RIAs – Getting turned around by what it’s worth? Valuation terminology can send you into a tailspin.
One of the most common issues we see in the registered investment advisory world is the discrepancy in understanding the different levels of value and how they coincide with various valuation approaches. For example, a controlling shareholder that is selling the business to a single controlling buyer faces an entirely different set of valuation metrics than an employee buying a 10% stake. In fact, where most mistakes with valuation methodology and logic occur are in simply matching valuation methodologies with the transaction.
Take the simple example of two identical RIAs with $300 million AUM. A single owner owns one and the other has four equal owners. Does the sum of the value of the four individual owner’s interests equal the value of the 100% owner? Conceptually, it seems obvious that if you were going to sell the firm then it doesnʼt matter how many owners there are; however, if you are going to sell 25% of the firm then the other ownership matters a great deal. The reason for the difference being that the 25% owner just simply doesnʼt hold the same power to influence management, pay dividends, approve a material long-term lease, or approve/block a merger agreement. As such, the cash flows potentially available to this 25% owner might be severely restricted.
So imagine buying into an investment advisory firm and owning a 25% interest. The founder, who has been running the firm like his own personal checkbook, owns the remaining 75%. He shows you the profits that the company can generate or even profits they generated in the prior year of $400k. However, after you buy-in, he starts compensating himself at double the rate as before and taking bonuses, joins a country club, and leases a new car through the company. Now the $400k in profits is $100k, and he decides to reinvest the profits back into the company’s growth. As you can quickly see, the value of your interest is nowhere near the same pro rata share as is his. This is why value is rarely a single point estimate but rather will work up and down a continuum based on the rights of the buyers and sellers.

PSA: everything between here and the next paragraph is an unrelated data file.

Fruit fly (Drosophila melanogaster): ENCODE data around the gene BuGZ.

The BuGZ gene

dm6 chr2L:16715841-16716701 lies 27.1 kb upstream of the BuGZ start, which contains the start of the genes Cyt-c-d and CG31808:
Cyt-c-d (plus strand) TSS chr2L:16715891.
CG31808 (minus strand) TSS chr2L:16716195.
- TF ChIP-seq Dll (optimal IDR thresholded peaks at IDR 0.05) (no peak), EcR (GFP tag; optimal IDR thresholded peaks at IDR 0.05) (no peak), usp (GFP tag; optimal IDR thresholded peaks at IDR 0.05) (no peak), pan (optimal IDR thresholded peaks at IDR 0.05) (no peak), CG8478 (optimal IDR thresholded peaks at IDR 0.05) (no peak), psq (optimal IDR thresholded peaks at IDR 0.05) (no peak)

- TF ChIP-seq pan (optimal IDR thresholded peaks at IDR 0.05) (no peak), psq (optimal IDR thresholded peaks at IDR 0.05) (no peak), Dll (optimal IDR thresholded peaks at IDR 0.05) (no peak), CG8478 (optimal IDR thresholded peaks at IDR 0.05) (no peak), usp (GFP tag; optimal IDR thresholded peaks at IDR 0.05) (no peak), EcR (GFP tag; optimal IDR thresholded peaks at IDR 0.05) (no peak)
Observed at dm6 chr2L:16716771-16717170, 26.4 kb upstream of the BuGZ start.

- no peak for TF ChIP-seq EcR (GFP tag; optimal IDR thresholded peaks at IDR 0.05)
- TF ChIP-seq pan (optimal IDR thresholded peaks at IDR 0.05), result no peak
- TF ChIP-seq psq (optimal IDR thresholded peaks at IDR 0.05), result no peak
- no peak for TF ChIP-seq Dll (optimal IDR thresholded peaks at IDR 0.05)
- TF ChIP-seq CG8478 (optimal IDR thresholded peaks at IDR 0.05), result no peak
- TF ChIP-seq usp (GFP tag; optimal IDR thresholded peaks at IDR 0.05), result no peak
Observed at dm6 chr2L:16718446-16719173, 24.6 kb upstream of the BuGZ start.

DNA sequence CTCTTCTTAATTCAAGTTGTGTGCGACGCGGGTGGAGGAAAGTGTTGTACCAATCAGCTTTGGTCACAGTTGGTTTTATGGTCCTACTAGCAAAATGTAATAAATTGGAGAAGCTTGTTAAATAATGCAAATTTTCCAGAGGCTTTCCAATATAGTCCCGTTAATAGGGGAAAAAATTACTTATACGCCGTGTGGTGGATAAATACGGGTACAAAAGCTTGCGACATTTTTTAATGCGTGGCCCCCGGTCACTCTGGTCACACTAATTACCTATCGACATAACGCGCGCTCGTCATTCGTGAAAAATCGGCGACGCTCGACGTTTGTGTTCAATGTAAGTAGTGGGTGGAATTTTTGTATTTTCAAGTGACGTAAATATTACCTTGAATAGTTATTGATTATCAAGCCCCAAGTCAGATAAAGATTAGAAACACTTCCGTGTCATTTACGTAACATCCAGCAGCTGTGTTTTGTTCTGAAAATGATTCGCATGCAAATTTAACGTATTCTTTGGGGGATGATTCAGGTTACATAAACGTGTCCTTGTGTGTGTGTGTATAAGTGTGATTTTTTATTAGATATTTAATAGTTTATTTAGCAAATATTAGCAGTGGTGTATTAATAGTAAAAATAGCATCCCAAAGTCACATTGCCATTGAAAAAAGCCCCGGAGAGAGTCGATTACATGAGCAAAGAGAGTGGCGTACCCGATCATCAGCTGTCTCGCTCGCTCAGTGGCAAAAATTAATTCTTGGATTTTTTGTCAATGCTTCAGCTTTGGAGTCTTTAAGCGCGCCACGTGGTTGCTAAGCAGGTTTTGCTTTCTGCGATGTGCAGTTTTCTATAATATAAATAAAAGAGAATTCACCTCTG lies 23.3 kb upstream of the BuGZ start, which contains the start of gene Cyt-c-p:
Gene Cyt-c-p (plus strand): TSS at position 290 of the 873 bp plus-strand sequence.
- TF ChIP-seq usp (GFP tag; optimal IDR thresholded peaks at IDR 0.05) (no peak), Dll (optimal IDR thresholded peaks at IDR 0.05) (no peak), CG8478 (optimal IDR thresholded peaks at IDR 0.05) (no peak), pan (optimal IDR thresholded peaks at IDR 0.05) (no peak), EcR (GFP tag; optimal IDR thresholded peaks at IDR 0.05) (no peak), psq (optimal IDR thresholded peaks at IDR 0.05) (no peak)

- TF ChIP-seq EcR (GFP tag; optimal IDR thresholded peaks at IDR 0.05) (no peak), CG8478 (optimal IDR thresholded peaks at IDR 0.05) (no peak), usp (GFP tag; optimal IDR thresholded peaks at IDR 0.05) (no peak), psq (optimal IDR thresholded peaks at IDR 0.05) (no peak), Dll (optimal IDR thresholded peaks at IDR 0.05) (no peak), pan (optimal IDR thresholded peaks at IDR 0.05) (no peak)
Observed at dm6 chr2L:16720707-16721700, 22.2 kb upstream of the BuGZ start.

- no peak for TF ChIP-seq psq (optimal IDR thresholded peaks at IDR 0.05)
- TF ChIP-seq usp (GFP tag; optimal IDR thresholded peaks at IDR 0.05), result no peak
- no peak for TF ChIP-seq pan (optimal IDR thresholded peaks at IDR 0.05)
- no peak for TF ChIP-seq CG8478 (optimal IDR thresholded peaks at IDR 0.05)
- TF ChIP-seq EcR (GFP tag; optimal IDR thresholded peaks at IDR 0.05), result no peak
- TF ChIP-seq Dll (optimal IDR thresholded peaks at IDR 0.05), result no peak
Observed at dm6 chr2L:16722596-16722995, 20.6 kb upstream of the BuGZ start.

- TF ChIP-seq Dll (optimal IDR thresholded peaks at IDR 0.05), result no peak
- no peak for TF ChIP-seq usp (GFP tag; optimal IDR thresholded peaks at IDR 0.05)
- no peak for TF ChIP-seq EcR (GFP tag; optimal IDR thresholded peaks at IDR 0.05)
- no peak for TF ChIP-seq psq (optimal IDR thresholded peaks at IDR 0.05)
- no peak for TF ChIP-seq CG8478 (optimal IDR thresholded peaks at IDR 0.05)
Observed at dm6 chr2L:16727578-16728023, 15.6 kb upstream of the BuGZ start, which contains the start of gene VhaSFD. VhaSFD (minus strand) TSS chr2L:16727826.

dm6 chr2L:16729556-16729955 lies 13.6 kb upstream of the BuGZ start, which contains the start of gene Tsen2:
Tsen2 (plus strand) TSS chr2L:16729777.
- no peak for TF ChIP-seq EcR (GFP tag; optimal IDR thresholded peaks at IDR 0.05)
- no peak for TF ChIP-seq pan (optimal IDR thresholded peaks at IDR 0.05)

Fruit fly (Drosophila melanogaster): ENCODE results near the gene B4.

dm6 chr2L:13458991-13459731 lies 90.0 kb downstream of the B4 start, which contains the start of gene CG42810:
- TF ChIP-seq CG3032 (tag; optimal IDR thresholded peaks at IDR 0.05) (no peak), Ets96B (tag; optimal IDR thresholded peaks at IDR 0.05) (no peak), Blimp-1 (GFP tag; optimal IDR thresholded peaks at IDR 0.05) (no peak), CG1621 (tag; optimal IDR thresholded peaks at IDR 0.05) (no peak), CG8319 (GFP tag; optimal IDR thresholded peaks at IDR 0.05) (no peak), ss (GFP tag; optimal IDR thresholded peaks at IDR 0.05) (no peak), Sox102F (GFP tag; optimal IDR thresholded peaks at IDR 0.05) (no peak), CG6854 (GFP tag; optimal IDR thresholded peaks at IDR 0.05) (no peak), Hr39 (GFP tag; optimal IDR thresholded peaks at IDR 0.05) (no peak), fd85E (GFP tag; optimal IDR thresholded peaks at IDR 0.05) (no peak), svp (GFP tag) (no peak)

If you want to maximize the value of your interest, whether you are a controlling shareholder or a minority shareholder, then simply negotiate to protect your rights and preferences. Items like rights of first refusal, buy/sell agreements, restrictive covenants, and liquidation preferences all enable minority shareholders to protect themselves. Now, the difficult part is often matching the valuation methodology to the level of rights held.
So, if you have some aspects of control and no ability to sell your shares, your interest is worth one value; however, that same interest might be worth a whole lot more to you if you could sell at anytime to anyone. Navigating these waters is why simply applying a market multiple ensures one outcome, a winner and a loser – you just wonʼt know which one you are until its too late.